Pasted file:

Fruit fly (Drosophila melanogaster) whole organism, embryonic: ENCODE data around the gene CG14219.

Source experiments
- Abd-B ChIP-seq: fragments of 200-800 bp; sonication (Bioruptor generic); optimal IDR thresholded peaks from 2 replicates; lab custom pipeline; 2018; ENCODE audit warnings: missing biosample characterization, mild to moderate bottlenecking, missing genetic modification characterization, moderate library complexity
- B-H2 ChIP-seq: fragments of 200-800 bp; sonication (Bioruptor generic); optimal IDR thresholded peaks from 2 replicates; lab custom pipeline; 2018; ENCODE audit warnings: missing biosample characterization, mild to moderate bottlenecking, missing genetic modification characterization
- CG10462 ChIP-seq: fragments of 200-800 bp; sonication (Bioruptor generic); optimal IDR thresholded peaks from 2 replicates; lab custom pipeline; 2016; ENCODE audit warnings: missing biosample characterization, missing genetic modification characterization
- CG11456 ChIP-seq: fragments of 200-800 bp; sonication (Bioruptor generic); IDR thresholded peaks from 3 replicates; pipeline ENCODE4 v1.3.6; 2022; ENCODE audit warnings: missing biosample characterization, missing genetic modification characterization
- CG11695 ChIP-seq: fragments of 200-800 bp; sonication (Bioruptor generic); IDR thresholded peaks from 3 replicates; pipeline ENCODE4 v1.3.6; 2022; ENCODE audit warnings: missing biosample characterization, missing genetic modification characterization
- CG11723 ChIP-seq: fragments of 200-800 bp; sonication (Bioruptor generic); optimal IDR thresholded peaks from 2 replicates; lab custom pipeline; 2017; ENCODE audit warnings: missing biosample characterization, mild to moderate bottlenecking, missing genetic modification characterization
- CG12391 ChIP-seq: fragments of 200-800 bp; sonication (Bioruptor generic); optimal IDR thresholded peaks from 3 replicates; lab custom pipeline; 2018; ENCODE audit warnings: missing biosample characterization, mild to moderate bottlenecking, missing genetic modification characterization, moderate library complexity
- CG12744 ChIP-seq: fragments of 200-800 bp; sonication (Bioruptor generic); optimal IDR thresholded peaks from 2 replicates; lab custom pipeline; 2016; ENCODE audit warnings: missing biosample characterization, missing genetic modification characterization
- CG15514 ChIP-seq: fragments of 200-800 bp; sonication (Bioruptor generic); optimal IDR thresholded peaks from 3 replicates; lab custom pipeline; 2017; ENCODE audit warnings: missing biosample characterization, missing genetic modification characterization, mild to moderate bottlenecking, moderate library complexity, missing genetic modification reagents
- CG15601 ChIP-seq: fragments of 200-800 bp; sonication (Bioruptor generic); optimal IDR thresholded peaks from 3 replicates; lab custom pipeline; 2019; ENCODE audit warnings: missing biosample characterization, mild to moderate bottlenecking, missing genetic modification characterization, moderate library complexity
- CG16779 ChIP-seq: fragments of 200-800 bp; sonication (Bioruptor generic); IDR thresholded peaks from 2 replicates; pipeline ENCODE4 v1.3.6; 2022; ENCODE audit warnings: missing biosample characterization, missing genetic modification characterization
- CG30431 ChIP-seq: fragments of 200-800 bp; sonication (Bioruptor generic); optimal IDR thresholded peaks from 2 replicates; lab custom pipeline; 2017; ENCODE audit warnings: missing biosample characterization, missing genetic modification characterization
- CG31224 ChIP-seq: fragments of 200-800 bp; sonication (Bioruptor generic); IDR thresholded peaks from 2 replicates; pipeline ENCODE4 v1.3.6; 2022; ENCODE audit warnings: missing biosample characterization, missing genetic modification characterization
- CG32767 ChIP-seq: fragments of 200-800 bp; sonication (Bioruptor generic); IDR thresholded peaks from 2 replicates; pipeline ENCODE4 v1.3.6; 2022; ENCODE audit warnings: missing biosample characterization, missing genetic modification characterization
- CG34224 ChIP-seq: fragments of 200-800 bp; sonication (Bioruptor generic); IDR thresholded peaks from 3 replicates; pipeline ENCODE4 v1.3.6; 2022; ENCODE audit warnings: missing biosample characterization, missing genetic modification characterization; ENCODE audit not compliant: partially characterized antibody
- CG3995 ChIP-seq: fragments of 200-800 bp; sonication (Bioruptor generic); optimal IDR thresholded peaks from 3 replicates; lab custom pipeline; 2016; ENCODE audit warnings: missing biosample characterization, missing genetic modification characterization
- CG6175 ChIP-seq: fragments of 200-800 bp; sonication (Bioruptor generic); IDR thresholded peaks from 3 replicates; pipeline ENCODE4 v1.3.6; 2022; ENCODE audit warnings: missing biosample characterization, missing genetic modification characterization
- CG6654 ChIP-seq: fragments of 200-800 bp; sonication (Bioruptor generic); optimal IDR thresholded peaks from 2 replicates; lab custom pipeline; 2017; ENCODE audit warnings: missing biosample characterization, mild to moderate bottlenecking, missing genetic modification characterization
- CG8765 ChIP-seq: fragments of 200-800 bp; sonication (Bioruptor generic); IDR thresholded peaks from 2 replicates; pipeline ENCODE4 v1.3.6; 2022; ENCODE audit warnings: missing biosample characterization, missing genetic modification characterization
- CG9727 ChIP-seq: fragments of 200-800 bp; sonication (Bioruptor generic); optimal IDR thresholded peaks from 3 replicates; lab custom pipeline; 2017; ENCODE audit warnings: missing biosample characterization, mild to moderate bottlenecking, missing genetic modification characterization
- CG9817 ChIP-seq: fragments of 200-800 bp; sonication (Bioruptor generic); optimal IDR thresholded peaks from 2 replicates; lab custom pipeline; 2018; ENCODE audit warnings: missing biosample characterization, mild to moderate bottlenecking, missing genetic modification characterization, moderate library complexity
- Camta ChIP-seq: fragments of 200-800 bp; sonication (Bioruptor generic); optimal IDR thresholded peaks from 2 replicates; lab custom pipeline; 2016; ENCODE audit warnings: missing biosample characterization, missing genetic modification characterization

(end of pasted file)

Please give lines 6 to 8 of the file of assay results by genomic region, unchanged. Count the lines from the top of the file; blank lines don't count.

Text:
- CG11456 ChIP-seq: fragments of 200-800 bp; sonication (Bioruptor generic); IDR thresholded peaks from 3 replicates; pipeline ENCODE4 v1.3.6; 2022; ENCODE audit warnings: missing biosample characterization, missing genetic modification characterization
- CG11695 ChIP-seq: fragments of 200-800 bp; sonication (Bioruptor generic); IDR thresholded peaks from 3 replicates; pipeline ENCODE4 v1.3.6; 2022; ENCODE audit warnings: missing biosample characterization, missing genetic modification characterization
- CG11723 ChIP-seq: fragments of 200-800 bp; sonication (Bioruptor generic); optimal IDR thresholded peaks from 2 replicates; lab custom pipeline; 2017; ENCODE audit warnings: missing biosample characterization, mild to moderate bottlenecking, missing genetic modification characterization